Courtesy of BBC

As is often the case with Blue Chip natural history shows, very little sound is actually recorded while filming on location,” explained Graham Wild, dubbing mixer on the David Attenborough-narrated documentary series. “Sometimes sound recordists are sent to gather wild tracks and atmospheres, but not always, so our biggest challenge as the sound team is to make the sequences sound as realistic as possible.

“We were lucky on this series as there were quite a few location recordings done for us — but even so, none were sync to picture apart from a couple of dialogue pieces. Sound editors Tim Owens and Kate Hopkins had the task of sourcing and choosing suitable tracks to match the pictures — and these all have to fit with the correct location, species, etc — often using in the region of 30 tracks just to make up the sound for one shot. My job as re-recording mixer is to then blend these all together with the Foleys to create what the audience hears.”

Wild related that In other instances, they “want to skew the sound slightly, for instance, what would it actually sound like for that mouse? This is where the sound design starts, and being creative with the sound can really help the story. A lot of the sound in Planet Earth II was about creating mood. Sometimes being dramatic and adding excitement or danger, but sometimes just leaving the audience time and space to reflect on what they’ve just seen.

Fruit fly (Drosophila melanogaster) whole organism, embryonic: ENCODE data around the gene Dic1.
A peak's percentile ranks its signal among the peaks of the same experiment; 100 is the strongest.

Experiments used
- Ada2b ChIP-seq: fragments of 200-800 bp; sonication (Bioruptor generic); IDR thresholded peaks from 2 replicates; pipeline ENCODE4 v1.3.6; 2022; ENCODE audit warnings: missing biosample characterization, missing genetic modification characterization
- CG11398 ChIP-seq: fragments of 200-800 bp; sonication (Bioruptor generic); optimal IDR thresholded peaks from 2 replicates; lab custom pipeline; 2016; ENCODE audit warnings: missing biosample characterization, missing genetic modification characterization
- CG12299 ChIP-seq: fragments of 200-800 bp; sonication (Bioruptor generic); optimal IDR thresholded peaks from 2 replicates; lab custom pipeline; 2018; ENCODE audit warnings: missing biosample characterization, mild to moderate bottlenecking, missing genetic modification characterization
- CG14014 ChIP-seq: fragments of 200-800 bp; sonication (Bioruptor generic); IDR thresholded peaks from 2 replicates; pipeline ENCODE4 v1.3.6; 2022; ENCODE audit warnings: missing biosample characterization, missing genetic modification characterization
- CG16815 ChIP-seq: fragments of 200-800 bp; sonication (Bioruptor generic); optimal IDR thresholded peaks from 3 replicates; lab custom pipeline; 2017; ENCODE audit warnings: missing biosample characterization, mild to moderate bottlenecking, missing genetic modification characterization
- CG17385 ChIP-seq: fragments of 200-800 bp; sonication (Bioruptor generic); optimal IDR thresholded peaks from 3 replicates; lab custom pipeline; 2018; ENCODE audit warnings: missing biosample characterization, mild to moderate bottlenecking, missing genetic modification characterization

“Some of the animal behavior filmed in Planet Earth II has never been filmed before, and some sequences gave us their own particular challenges,” WIld related, citing a sequence with Langur Monkeys “jumping over rooftops in a James Bond Style chase. Not only was a lot of it shot off-speed and used ramping to accentuate the really close up filming style, but also some of the behavior was really rare. Despite having some good wild tracks to work with, one particular really close-up call was missing. In the end we remembered working on a show many years ago that featured the same type of vocalization. Unfortunately it was well before the days of splitting out stems from mixes, so any version of the sound would have had music and commentary mixed in with it. Luckily though, they managed to find an old archive of the track lay, and even more fortunately managed to find someone with an old audio workstation that could restore audio from the track lay–even though it hadn’t even been turned on for years.”

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